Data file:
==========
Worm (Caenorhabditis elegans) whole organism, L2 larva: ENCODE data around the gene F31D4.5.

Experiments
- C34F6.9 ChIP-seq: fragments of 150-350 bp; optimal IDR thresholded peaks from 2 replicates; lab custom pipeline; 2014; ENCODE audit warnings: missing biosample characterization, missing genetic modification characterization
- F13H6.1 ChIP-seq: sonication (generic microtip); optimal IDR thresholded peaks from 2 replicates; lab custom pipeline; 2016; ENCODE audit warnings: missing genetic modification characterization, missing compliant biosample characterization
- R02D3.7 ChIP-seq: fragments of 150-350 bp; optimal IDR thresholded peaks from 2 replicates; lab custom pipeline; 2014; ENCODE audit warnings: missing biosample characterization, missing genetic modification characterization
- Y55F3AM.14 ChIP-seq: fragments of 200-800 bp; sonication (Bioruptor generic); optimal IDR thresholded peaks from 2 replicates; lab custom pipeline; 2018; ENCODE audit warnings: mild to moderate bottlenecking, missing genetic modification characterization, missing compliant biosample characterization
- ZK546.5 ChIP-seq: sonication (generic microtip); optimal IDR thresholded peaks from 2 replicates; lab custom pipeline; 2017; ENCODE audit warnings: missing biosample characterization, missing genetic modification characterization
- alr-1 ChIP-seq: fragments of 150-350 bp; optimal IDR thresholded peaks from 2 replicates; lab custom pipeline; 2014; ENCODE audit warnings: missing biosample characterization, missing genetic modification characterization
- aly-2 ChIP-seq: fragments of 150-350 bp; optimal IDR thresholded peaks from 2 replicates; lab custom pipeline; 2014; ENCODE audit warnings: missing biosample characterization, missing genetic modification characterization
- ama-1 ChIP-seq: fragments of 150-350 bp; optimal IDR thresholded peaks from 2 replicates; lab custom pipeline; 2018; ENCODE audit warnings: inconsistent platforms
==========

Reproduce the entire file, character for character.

Worm (Caenorhabditis elegans) whole organism, L2 larva: ENCODE data around the gene F31D4.5.

Experiments
- C34F6.9 ChIP-seq: fragments of 150-350 bp; optimal IDR thresholded peaks from 2 replicates; lab custom pipeline; 2014; ENCODE audit warnings: missing biosample characterization, missing genetic modification characterization
- F13H6.1 ChIP-seq: sonication (generic microtip); optimal IDR thresholded peaks from 2 replicates; lab custom pipeline; 2016; ENCODE audit warnings: missing genetic modification characterization, missing compliant biosample characterization
- R02D3.7 ChIP-seq: fragments of 150-350 bp; optimal IDR thresholded peaks from 2 replicates; lab custom pipeline; 2014; ENCODE audit warnings: missing biosample characterization, missing genetic modification characterization
- Y55F3AM.14 ChIP-seq: fragments of 200-800 bp; sonication (Bioruptor generic); optimal IDR thresholded peaks from 2 replicates; lab custom pipeline; 2018; ENCODE audit warnings: mild to moderate bottlenecking, missing genetic modification characterization, missing compliant biosample characterization
- ZK546.5 ChIP-seq: sonication (generic microtip); optimal IDR thresholded peaks from 2 replicates; lab custom pipeline; 2017; ENCODE audit warnings: missing biosample characterization, missing genetic modification characterization
- alr-1 ChIP-seq: fragments of 150-350 bp; optimal IDR thresholded peaks from 2 replicates; lab custom pipeline; 2014; ENCODE audit warnings: missing biosample characterization, missing genetic modification characterization
- aly-2 ChIP-seq: fragments of 150-350 bp; optimal IDR thresholded peaks from 2 replicates; lab custom pipeline; 2014; ENCODE audit warnings: missing biosample characterization, missing genetic modification characterization
- ama-1 ChIP-seq: fragments of 150-350 bp; optimal IDR thresholded peaks from 2 replicates; lab custom pipeline; 2018; ENCODE audit warnings: inconsistent platforms